Clark Barnes, wide receiver, Guelph
Let’s see how this dynamic receiver does in The Peters Drill. You want to know how good the next wave of receivers are? Let’s see how they do matched up against Jamal and Garry Peters. I’m not interested in how fast you are. I just want to see the amount of separation you can create against these All-Star defensive backs. Having a 4.45-second 40 looks great on a resume but shaking free from these predators and making life easier for your quarterback will immediately put you in the good graces of your future offensive coordinator.
Jacob Taylor, linebacker, Alberta
Do you remember the gameshow ‘Are You Smarter than a 5th Grader?’ where adults would go up against children in an IQ battle that usually ended with humiliation?
Well, for linebackers that are sub-220-pounds, we have a similar contest. It’s called ‘Can you Tackle a Toronto Argonauts Running Back?’ This one doesn’t require much explanation. Taylor has plenty of experience playing in the secondary during his U SPORTS career. I just want to see if he can take down 220-pound Andrew Harris in open space or stop A.J. Ouellette on third-and-short. Taylor should be up to the challenge. He once had defensive end responsibilities as a member of the Golden Bears’ defence.
Michael Brodrique, linebacker, Montreal
This quote from a Jim Morris profile of Brodrique stuck out for me: “I want to show I can run to the quarterback. I also want to show I can run as well as any player on the field and I can cover a lot of ground during passes, on special teams, or any situation in a game.”
All right, you want to show everyone you can run. Fine, let’s see how swift you are in a game I like to call Catch The Elk. We get one field, one star Carabins linebacker and two Edmonton quarterbacks. One is Tre Ford, who ran a 4.45-second 40-yard dash last year and the other is Taylor Cornelius, who led all CFL quarterbacks in rushing. I know Cornelius is lanky, but the dude still averaged over seven yards a carry in 2022. Michael, all the scouts are going to time how long it takes you to catch these two quarterbacks, so you better get running!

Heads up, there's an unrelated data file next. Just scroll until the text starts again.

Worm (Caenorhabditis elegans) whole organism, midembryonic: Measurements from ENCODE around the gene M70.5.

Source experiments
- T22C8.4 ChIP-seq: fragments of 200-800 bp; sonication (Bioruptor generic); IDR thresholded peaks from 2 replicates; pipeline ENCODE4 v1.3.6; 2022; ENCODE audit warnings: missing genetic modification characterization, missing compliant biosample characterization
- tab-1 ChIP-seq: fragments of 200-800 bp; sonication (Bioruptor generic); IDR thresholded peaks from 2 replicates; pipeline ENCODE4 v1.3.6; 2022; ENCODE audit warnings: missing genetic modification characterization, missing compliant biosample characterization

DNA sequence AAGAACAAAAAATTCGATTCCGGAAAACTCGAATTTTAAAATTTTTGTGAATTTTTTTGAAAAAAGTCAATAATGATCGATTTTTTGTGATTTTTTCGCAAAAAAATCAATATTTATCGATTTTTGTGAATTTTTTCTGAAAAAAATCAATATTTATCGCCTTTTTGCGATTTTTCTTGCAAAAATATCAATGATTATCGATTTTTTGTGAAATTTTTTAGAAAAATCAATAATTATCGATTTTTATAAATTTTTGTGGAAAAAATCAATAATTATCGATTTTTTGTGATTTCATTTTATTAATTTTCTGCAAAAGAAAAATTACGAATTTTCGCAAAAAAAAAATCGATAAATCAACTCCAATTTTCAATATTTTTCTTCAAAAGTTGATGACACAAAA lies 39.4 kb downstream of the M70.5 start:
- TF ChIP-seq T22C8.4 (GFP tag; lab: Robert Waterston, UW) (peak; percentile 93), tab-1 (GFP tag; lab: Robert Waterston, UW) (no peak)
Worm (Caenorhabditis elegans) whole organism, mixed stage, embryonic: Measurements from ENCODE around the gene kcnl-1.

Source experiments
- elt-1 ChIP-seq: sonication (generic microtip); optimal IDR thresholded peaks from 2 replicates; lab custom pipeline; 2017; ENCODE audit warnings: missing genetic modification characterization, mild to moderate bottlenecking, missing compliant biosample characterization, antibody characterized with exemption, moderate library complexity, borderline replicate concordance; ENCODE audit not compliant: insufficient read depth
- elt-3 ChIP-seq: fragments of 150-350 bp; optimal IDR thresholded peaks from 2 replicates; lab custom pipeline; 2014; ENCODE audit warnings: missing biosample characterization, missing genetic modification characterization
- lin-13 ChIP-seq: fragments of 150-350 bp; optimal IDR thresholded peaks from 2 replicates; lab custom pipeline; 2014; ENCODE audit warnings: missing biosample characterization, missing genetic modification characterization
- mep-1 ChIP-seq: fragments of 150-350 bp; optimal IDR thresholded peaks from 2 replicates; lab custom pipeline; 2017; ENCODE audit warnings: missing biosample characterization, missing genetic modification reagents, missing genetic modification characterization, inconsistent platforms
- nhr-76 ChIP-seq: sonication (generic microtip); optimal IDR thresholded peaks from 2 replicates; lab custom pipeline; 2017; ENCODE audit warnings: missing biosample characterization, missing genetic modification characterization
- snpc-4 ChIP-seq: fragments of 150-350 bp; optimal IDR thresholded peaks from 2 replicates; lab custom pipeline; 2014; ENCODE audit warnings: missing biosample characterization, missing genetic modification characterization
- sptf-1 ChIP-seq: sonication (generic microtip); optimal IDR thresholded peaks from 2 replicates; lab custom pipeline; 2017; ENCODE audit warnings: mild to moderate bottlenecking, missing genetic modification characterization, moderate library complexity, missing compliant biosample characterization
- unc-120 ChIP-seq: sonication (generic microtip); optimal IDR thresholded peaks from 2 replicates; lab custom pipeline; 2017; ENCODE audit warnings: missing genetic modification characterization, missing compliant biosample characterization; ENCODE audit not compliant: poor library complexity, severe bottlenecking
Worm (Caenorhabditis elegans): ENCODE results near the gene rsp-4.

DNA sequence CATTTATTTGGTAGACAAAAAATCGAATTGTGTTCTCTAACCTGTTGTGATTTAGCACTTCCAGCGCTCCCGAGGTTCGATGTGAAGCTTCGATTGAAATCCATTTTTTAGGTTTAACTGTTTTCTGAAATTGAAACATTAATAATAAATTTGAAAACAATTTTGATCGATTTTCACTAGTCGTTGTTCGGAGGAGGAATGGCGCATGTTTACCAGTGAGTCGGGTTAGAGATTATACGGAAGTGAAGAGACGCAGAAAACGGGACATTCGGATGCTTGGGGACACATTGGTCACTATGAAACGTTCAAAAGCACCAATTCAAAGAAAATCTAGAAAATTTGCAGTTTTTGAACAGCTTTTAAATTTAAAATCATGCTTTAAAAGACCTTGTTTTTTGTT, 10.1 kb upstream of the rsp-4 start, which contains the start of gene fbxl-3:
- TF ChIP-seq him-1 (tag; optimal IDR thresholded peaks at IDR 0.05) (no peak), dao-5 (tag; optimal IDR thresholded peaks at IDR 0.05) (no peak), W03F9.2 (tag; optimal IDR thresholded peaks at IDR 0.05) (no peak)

James Peter, linebacker, Ottawa
A first-team U SPORTS All-Canadian in his last year with the Gee-Gees, let’s put him to the ultimate test. How does he fair covering Dalton Schoen in the red zone? I don’t expect him to shut down the CFL leader in touchdown receptions. I’m just curious if Peter can hold his own and make the first-year CFL All-Star work for each score. Think of this as an iron sharpens iron style drill.
Reece Martin, defensive line, Mount Allison
Yes the broad jump is a good measurement for just how explosive a prospect is. I’m sure it does a swell job to gauge a players’ lower body strength, but instead, why not a good old-fashioned game of tug-of-war? You want to know what must-see TV looks like? It’s a six-foot-three, near 300-pound defensive linemen like Reece Martin (pictured at the top of our story) at the end of one rope with either Sean McEwen, Brandon Revenberg or Patrick Neufeld at the other end! Again I’m not asking for Martin to best any of these All-Star o-linemen, but I want to see if he can at least make them sweat. If all goes well with Martin, he will one day be lined up against these elite linemen.
Phillip Grohovac, offensive line, Western
In 2021, Calgary offensive lineman Carter Comeau led all draft hopefuls with 32 reps in the bench press. A memorable achievement for sure but what if you replaced traditional weights with a 300-pound star defensive linemen? I’m not sure if Jake Ceresna would volunteer for such a bizarre assignment but I for one would love to see just how many times the six-foot-four, 315-pound offensive linemen could bench press a potential future foe.